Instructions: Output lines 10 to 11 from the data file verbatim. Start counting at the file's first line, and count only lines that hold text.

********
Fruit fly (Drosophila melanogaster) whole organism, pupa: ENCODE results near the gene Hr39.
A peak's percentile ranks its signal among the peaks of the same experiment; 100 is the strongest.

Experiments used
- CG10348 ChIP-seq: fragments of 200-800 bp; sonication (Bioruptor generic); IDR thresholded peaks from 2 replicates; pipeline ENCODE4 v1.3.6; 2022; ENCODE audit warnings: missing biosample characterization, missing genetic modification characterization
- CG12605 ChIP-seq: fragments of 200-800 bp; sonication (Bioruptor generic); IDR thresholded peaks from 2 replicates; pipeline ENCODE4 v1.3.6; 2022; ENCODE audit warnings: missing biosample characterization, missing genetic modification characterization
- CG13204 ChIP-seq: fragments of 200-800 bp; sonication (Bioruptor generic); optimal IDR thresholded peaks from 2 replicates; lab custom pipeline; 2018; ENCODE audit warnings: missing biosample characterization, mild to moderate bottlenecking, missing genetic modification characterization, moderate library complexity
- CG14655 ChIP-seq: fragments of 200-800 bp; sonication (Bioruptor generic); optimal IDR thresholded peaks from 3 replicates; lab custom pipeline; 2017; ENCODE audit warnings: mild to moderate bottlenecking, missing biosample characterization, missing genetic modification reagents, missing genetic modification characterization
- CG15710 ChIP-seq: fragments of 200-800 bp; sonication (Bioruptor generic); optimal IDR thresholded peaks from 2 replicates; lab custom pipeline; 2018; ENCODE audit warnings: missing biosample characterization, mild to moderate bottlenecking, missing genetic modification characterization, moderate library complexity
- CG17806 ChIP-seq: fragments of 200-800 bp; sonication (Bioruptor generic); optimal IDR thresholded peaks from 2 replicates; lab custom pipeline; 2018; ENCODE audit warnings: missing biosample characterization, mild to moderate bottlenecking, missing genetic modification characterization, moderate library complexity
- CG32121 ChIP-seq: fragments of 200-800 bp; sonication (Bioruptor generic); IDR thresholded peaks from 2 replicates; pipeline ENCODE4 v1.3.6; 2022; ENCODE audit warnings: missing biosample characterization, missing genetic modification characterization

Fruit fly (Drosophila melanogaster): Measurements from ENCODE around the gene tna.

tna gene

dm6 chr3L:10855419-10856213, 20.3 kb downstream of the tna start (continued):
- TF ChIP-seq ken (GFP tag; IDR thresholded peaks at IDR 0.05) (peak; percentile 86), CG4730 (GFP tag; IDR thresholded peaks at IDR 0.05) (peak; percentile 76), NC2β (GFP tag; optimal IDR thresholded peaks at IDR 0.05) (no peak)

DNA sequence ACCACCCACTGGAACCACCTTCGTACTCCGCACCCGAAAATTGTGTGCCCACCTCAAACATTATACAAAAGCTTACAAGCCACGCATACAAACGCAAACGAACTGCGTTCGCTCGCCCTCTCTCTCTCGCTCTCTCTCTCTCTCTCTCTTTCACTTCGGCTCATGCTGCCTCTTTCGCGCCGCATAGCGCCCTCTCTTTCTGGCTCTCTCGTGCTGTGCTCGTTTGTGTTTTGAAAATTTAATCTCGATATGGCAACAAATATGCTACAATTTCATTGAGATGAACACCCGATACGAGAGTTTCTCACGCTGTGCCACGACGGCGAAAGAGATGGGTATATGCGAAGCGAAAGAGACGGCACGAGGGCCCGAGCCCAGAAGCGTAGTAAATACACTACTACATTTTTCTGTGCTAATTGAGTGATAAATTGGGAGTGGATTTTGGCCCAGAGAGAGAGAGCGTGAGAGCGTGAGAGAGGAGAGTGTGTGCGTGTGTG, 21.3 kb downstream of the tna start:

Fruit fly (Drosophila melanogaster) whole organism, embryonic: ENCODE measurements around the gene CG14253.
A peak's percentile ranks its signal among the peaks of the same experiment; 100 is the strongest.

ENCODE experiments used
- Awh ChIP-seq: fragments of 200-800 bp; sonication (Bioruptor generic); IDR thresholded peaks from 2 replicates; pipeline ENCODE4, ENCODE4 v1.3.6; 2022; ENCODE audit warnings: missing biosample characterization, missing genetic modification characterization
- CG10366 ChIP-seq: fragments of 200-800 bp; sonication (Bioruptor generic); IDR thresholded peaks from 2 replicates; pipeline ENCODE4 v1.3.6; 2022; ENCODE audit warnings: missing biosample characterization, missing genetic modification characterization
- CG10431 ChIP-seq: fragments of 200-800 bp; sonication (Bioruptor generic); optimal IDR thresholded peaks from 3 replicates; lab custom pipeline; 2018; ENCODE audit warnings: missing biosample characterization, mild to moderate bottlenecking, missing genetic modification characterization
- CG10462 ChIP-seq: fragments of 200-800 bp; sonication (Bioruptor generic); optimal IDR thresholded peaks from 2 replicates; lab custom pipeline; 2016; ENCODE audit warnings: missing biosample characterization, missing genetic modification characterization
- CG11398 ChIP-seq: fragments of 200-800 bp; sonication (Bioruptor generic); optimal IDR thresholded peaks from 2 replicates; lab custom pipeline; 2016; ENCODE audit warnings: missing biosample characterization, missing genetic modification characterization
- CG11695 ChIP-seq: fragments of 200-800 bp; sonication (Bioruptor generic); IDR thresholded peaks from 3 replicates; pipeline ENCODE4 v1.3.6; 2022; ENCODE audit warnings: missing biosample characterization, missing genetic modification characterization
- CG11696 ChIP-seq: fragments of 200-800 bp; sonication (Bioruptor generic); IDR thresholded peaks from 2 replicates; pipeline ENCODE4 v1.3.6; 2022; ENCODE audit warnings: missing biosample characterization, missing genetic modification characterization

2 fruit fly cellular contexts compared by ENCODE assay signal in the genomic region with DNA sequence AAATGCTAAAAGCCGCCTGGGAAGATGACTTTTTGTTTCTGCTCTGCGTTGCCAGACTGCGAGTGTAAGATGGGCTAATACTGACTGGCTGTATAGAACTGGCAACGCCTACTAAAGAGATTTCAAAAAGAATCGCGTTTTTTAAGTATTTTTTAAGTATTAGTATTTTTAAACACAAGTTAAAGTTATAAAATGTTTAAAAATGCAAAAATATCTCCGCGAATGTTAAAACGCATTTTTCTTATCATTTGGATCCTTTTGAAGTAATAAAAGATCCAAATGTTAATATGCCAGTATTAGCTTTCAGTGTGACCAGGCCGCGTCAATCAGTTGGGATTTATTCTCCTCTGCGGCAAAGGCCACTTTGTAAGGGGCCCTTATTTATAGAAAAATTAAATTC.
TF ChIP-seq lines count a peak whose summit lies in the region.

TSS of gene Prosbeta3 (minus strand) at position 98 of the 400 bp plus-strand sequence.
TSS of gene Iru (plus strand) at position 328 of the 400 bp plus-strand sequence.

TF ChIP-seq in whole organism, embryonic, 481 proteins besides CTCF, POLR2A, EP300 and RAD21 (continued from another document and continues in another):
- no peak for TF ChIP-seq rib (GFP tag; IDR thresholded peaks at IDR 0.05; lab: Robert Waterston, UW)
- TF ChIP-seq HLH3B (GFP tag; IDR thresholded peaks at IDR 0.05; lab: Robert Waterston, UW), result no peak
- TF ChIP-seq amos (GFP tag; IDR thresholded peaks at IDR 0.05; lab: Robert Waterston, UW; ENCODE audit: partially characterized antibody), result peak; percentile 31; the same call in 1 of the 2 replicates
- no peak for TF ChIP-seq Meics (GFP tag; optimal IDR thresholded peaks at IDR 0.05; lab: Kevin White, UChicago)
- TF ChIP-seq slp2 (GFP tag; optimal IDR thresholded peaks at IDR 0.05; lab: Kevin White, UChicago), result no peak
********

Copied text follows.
- CG32121 ChIP-seq: fragments of 200-800 bp; sonication (Bioruptor generic); IDR thresholded peaks from 2 replicates; pipeline ENCODE4 v1.3.6; 2022; ENCODE audit warnings: missing biosample characterization, missing genetic modification characterization

Fruit fly (Drosophila melanogaster): Measurements from ENCODE around the gene tna.